Equilar: US pay survey finds CEO ratio of 140:1

Corporate governance researcher Equilar has found a median chief executive officer (CEO) pay ratio of 140:1 following an anonymous survey of 356 US public companies. Equilar asked the companies how they plan to report on this in their 2018 proxy statements.

In 2015, the Securities and Exchange Commission (SEC) passed a ruling that required public companies to report the ratio of compensation for their CEO in comparison to that of a median employee. This was to enact a provision of the Dodd-Frank Wall Street Reform and Consumer Protection Act that was passed into law in 2010. The SEC issued interpretive guidance in September 2017 and this year will be the first that the disclosure will be required.

Equilar’s research found that the median employee pay for all companies in the survey was $60,000. The survey also revealed that the median CEO pay ratio was larger in direct correlation to company revenue, totalling 47:1 for companies below $1 billion in revenue and 263:1 for companies above $15 billion in revenue.

Equilar US pay survey

Disclosure of median pay ratios begins this year in the US following concerns about high CEO rewards

Similarly, Equilar found that companies with the greatest number of employees had the largest ratio (318:1) and the smallest median employee compensation ($46,000). The smallest companies, with fewer than 2,310 employees, had the lowest ratio (45:1) and highest median pay ($85,580). Equilar split companies by employee size into five equal quintiles for this particular analysis.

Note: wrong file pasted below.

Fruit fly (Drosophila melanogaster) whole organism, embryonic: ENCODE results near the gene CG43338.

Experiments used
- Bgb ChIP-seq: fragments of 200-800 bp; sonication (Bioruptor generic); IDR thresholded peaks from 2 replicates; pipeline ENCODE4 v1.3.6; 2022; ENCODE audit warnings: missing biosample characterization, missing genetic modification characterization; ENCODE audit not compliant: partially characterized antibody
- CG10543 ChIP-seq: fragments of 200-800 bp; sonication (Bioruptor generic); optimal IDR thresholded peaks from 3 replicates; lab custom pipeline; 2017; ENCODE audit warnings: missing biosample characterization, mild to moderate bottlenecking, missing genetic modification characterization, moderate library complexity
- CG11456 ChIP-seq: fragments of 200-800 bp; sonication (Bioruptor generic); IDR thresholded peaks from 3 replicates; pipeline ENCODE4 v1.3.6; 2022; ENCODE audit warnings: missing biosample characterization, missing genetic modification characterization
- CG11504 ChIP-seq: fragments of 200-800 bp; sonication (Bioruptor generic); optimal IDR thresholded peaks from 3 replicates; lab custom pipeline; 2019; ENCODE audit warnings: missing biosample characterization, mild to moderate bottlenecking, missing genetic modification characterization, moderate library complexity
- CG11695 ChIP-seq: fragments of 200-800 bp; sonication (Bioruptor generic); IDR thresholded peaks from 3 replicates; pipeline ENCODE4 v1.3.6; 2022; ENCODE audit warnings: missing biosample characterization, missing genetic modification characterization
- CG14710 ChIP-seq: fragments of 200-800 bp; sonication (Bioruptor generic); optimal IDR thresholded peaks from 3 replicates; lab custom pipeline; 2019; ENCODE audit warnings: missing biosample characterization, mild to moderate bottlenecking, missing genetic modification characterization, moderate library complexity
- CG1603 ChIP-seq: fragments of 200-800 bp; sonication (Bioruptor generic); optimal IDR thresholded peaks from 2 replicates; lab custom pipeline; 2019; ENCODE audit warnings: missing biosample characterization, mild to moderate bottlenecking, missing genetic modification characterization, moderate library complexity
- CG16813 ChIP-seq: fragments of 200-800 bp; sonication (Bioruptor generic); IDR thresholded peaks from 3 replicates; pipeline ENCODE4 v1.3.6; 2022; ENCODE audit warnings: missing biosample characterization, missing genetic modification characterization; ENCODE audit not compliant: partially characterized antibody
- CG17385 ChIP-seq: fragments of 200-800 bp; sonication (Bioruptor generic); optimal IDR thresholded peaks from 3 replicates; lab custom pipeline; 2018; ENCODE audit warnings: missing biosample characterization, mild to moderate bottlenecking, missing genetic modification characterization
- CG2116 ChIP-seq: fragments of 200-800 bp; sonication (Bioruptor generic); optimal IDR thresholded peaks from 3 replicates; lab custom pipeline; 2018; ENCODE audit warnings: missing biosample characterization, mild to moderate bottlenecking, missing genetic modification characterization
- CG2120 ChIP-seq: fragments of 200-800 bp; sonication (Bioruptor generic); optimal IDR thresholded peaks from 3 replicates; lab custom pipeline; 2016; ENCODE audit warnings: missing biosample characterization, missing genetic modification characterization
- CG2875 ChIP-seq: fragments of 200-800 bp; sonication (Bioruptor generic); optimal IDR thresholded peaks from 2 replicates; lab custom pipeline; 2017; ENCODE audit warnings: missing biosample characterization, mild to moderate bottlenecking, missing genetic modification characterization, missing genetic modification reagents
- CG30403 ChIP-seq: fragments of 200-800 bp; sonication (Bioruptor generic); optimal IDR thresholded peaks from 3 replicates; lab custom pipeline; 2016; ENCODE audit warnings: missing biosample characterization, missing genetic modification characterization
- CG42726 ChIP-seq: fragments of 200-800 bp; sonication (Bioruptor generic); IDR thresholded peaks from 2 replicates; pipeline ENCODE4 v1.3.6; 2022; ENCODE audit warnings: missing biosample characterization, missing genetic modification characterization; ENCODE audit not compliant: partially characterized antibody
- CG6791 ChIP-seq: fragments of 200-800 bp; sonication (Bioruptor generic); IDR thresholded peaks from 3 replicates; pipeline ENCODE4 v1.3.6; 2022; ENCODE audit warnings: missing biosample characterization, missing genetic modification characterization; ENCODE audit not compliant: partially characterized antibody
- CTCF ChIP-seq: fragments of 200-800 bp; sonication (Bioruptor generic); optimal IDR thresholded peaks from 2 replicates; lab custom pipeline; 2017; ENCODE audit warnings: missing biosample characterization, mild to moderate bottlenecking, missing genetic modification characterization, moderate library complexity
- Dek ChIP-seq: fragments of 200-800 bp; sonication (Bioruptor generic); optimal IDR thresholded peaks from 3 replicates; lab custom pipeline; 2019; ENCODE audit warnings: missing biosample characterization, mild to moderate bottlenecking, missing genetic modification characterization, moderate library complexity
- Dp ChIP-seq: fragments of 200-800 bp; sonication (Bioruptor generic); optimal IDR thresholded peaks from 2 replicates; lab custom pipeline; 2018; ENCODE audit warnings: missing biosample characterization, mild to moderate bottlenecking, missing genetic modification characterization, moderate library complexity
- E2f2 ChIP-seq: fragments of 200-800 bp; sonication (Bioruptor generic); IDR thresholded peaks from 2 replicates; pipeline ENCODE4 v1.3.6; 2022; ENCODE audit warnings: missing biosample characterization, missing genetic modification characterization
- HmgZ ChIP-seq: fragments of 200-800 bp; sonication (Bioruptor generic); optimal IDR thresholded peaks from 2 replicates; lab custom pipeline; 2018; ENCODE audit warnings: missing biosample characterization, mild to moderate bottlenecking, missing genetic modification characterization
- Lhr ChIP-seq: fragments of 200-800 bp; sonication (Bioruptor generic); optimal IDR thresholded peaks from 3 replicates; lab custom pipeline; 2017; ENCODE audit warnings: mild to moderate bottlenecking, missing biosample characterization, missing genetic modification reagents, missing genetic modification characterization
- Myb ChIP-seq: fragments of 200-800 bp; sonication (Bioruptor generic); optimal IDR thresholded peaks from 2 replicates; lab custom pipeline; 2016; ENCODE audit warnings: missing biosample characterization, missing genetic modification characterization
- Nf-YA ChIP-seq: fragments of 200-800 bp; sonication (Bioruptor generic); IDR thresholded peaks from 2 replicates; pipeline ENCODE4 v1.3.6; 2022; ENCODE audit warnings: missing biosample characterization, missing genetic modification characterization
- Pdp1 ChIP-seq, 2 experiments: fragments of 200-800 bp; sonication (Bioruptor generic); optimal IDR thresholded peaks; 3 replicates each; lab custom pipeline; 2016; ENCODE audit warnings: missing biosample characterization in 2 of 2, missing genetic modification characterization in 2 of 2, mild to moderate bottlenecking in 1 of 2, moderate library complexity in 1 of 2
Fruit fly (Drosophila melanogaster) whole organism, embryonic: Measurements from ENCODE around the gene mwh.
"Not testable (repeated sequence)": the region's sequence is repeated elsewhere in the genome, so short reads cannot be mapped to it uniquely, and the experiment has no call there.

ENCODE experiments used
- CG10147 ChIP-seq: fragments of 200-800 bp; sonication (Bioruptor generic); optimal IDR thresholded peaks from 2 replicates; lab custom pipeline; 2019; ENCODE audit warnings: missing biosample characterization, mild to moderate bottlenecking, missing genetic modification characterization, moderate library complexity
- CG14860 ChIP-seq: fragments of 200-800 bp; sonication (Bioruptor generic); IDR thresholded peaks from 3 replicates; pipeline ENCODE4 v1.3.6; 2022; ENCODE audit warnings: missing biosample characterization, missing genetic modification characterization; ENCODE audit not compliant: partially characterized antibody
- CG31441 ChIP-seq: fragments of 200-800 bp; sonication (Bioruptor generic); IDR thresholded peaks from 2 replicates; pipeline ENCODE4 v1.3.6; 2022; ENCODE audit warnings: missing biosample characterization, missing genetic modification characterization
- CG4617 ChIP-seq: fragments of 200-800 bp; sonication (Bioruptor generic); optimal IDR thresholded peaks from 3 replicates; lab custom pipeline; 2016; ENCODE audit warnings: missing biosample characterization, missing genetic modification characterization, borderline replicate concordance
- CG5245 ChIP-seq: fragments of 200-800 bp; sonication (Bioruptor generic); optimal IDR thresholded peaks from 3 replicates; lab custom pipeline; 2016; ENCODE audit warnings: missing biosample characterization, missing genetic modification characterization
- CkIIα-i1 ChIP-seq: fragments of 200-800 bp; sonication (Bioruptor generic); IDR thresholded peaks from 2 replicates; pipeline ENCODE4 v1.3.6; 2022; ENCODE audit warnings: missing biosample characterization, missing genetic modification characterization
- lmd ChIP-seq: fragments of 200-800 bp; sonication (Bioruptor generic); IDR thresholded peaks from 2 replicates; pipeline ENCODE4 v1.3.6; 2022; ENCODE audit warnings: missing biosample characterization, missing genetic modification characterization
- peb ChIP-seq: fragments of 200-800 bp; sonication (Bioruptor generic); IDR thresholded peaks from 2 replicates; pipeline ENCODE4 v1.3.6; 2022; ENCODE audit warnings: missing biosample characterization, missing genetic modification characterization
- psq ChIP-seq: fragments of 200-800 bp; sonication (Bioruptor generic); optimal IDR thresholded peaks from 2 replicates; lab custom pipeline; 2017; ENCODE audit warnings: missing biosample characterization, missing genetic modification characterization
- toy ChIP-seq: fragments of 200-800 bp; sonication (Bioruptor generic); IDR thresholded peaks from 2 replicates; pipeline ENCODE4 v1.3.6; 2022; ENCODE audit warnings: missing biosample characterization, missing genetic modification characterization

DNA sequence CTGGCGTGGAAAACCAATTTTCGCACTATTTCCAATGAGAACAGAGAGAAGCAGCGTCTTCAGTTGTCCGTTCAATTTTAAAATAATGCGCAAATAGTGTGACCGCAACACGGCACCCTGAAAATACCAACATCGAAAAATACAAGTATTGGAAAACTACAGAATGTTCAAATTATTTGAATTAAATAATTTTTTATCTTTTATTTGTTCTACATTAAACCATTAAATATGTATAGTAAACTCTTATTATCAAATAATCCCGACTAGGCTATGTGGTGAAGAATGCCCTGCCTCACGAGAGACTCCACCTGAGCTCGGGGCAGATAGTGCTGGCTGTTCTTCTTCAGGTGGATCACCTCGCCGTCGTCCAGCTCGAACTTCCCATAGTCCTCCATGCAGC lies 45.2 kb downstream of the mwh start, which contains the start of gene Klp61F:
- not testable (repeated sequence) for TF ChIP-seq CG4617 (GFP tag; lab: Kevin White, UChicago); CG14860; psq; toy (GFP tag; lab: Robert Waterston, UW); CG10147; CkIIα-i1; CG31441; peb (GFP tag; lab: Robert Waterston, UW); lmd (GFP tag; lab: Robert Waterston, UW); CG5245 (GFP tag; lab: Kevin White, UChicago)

While the median CEO pay ratio across all 356 submitting companies was 140:1 at the 25th percentile, the ratio was 72:1, and was 246:1 at the 75th percentile. The average was 241:1.

Ratios by industry sector varied much more widely Equilar found. “Consumer discretionary” companies, which include retail and hospitality, had the highest ratio with a median 350:1. Meanwhile, energy companies had the lowest ratio at 72:1. Median employee pay at the 48 consumer discretionary companies that responded to the survey was $21,840 vs. $107,887 for the 30 energy companies that responded.

Equilar said that about half of companies (46.4%) used a component of employee cash compensation to determine
the median employee, and about one in five used either W-2 income – which is the income reported by US employers to their staff and to the Internal Revenue Service – (21.4%) or total rewards, including total direct compensation, i.e. cash, stock and options awards (19.7%).  One in eight companies that responded to the survey used “other” methodologies. Of the 356 companies that submitted, 168 provided optional commentary on methodological factors.

There has been concern about the rising levels of CEO pay in the US and the gap between those at the top of companies and their employees. There has been a similar debate in the UK and the government is due to introduce pay ratio requirements later this year. Manifest has recently released extensive data on its UK pay ratio research.

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